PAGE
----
Angry Doctor

Monday, July 10, 2006

Use and Abuse

There is almost always two sides to a story, and this letter from Dr Soo published in Today today tells 'the other side' of the Subutex story:

Drug for heroin dependence can turn lives around
Letter from Dr Soo Ing Choong

I am a general practitioner and have worked to improve the health of my patients for more than 18 years.

Heroin addiction is a national problem. In the same way that people with other mental disorders such as schizophrenia or depression need medication, so do those with heroin dependence.

The health authorities recognised the usefulness of Subutex in treating heroin dependent patients, and approved its use in 2002. Since then, several Ministry of Health guidelines have trained doctors like myself in the proper use of this medication, and effectively stopped doctor-hopping by registering patients under the Cards system (Central Addictions Registry for Drugs Singapore).

Over the year, there have been many reports of people abusing Subutex — the only approved and effective medication for the treatment of heroin dependence. And with every negative media article, dozens of success stories go untold.

For every case of abuse of this medication, there are numerous patients who can return to work and contribute to society, re-establish family relationships and raise their children with love, as they try to break free from their dependence.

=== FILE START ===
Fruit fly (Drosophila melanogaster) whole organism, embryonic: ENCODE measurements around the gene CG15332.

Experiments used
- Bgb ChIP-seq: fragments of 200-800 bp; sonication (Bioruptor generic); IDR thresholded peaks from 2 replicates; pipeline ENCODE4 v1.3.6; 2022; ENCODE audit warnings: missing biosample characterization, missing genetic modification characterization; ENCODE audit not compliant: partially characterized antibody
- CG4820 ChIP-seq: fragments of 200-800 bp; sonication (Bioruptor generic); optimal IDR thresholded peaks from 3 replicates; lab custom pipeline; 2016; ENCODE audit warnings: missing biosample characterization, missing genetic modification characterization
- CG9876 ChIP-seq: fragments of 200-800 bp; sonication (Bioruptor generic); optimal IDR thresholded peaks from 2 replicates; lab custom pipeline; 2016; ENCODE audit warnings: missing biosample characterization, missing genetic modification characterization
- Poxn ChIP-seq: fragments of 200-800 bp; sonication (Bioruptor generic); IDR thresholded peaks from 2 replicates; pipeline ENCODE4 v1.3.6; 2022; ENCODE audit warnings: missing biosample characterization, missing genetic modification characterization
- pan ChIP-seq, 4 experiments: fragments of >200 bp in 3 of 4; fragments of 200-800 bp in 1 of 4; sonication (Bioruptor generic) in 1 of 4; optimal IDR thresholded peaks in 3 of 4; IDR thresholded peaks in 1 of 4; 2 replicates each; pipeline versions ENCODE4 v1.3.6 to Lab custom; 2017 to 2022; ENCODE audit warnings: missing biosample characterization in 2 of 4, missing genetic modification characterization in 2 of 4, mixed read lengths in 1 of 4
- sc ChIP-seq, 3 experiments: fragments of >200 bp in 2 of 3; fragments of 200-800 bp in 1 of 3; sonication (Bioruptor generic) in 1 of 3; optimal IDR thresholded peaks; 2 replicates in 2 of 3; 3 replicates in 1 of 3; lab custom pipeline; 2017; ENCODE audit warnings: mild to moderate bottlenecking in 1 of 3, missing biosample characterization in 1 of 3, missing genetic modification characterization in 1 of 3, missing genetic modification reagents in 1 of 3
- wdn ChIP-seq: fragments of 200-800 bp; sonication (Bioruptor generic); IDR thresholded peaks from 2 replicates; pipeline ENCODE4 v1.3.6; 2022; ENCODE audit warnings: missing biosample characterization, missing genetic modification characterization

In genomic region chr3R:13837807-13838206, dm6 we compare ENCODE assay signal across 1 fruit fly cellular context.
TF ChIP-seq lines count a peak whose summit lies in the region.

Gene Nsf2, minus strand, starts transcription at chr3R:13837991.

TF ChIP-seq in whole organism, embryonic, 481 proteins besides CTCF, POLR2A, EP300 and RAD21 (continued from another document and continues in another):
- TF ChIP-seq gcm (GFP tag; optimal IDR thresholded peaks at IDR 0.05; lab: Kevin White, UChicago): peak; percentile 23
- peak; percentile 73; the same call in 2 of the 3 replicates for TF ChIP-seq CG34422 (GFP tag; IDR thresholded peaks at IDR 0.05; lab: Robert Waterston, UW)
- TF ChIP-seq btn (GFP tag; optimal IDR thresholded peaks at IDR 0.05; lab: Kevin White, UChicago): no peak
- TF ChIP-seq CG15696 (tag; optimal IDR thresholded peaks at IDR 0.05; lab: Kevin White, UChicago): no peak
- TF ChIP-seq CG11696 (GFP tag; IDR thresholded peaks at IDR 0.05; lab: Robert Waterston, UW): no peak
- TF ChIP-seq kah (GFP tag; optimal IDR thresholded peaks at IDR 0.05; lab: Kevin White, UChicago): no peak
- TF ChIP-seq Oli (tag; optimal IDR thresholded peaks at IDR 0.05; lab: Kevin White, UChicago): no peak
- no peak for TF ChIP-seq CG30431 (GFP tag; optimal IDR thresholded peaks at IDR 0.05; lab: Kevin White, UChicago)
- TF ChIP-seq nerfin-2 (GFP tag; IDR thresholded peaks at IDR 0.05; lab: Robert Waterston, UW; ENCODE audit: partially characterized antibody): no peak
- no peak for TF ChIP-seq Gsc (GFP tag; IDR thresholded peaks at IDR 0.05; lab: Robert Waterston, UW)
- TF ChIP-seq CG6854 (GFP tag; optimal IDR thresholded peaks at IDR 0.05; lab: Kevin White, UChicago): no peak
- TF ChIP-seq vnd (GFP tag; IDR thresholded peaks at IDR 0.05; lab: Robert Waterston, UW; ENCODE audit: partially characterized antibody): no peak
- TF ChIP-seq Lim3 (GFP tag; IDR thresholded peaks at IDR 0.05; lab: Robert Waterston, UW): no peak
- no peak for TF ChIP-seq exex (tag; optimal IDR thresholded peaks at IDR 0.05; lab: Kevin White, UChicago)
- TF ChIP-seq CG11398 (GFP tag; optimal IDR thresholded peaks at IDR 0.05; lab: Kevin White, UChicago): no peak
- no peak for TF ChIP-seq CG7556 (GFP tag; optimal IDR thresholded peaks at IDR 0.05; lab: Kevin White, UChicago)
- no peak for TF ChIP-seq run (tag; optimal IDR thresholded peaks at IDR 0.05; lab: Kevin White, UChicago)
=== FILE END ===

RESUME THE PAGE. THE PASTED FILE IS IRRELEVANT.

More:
I have treated a large number of patients who have turned their loves around to become contributing members of society with the help of this medication. The public needs to understand that heroin dependence is a disease that should be treated like every other.

We've discussed this problem previously, and the subject continues to make the news and medical literature (click here to see the scale of the problem, here to find out about an alternative to Subutex, and here to look at some gross pictures of limbs turned gangrenous from Subutex abuse).

My own suspicion is that even with tighter regulation or even total banning, Subutex-abuse will continue to be a problem as long as it is manufactured, whether legitimately or illegally, if it indeed gives 'even more high' than heroin.

The genie is, as it were, already out of the bottle.

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  • I know this may sound like a naive and impractical suggestion but how about changing the system of how often these patients get their dosage of Subutex and then making sure that they are the ones taking it rather than selling it to an abuser?

    A. Daily doses at the clinic and have a nurse ensure that they've consumed it and perhaps monitor some other physiological effects. So that they don't think that i'm coming here everyday just to take medication in front of you, then again it can work both ways.

    B. Have a device that measures the daily physiological effects it has on the body after taking it. Sorta like taking temperature daily?

    I'm not sure if this is effective at all but just throwing ideas around.

    By Blogger Unknown, At July 10, 2006 11:27 pm